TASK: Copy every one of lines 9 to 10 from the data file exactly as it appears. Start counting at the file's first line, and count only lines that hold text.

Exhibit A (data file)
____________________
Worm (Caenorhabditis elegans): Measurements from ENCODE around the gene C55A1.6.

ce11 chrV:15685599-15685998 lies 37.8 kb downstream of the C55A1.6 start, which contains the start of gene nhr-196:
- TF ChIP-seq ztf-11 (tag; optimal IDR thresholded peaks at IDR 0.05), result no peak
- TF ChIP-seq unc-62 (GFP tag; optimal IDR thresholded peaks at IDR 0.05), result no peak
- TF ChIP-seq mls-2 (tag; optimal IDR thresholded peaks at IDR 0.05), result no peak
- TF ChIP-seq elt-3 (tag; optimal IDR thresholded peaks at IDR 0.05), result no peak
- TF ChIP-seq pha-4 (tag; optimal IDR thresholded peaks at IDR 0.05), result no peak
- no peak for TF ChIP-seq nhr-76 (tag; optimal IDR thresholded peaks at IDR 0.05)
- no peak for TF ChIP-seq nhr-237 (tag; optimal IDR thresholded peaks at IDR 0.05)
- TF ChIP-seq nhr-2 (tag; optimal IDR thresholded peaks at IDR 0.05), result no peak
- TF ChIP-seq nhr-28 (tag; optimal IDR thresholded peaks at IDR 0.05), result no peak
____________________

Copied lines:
- no peak for TF ChIP-seq nhr-237 (tag; optimal IDR thresholded peaks at IDR 0.05)
- TF ChIP-seq nhr-2 (tag; optimal IDR thresholded peaks at IDR 0.05), result no peak